M. opacus is a recent arrival in Britain, spreading widely but still appears to be very local.


These are the largest Pipunculids, ecologically quite distinct parasitising Tipulids rather than Homopteran bugs.

N. flavicornis is uncommon and local, nearly always associated with ancient woodland.



N. scutellaris is a very rare species with nearly all records from Malaise traps so possibly under recorded.


A fairly diverse genus and probably the most taxonomically problematic. despite numerous difficulties being sorted out by Kehlmaier (2007), many taxa are still far from satisfactorily understood.

P. campestris is probably the commonest, and certainly the most readily found, species in the family. Found in a wide range of habitats.

P. fonsecai is one of those very poorly defined species that is part of the campestris complex. If it is a valid taxon then certainly much under recorded.


P. oldenbergi is a large species recently discovered in Britain that seems to be very rare. More likely to be an overlooked indigenous species rather than a new colonist.

P. tenuirostris is a sibling taxon with lenis and some specimens are not reliably distinguishable. It is possible that these are merely small examples of lenis. Local but certainly under recorded.


P. elegans (formerly spinipes) a very uncommon and possibly declining species. It is a large, easily identified fly so very unlikely to have been overlooked. Usually found in high quality woodland.

P. lenis (formerly thomsoni) this a large and conspicuous species, reasonably common in southern England, increasingly rare northwards.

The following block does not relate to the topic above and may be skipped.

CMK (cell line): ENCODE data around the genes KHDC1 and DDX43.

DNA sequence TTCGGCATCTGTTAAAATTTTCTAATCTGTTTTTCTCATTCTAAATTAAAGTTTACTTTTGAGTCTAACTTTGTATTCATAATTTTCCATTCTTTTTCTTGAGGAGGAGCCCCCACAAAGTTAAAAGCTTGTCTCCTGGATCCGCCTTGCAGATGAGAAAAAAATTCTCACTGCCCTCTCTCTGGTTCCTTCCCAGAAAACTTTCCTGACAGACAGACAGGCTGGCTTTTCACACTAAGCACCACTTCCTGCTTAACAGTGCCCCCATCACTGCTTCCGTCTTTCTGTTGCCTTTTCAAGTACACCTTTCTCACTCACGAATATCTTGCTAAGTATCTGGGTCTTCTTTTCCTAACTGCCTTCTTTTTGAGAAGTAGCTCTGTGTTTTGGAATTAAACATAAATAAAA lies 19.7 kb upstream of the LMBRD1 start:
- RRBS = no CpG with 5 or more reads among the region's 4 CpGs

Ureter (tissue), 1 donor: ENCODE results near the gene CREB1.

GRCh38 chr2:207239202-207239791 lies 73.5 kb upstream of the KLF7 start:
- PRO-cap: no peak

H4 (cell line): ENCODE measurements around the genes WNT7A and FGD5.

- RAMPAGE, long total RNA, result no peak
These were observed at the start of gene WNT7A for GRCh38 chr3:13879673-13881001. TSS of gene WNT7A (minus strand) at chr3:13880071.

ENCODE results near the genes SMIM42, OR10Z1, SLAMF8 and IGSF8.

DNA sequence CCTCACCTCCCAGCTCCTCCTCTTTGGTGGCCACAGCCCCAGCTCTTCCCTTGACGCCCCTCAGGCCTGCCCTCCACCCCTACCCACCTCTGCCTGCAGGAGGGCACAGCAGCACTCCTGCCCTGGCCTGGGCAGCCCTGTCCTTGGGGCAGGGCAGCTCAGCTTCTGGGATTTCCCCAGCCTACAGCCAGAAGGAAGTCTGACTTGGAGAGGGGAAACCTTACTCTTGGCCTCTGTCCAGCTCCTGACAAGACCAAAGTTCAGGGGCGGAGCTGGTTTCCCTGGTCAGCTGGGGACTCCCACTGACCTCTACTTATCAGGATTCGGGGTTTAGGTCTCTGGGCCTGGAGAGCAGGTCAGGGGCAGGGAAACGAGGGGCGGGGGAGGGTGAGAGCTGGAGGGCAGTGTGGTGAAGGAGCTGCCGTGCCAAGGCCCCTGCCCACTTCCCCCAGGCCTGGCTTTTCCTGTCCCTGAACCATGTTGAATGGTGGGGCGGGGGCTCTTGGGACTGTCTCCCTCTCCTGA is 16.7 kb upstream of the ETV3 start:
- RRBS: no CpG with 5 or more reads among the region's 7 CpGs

P. ommisinervis (= phaeton) is another taxonomic conundrum within the campestris complex. The synonymy of British specimens with omissinervis is difficult to see and phaeton may need reinstating. Certainly under recorded because of the difficulty of identification but still clearly a scarce fly.

P. violovitchi (formerly varipes) is a local species, rarely found in any numbers. Widely scattered in Britain but perhaps less common than in the past.

P. zugmayeriae is a large, distinctive species so unlikely to be overlooked. Scarce, usually founf in dry grassland. 



A fairly large genus in Britain of small, superficially very uniform flies. Still a number of taxonomic conundrums to be sorted out.

T. cilitarsis is a scarce and local northern species, no doubt much overlooked as there is relatively little collecting within its range.


T. kuthyi is a very common species in the south. Occurs in many habitats but prefers grasslands.


T. minima is a very rare and little known species, largely confined to sandy sites in East Anglia.


T. geniculata is a frequent, but rather local species of xeric, usually grassland, sites.

T. littoralis is a specialist on sand dunes, probably present wherever there are large dune systems.

T. palliditarsis is a local, southern species of woodland edge, heathland and wetlands.

T. sylvatica is a very common species, prefers open woodlands, scrubby areas and coarse grassland.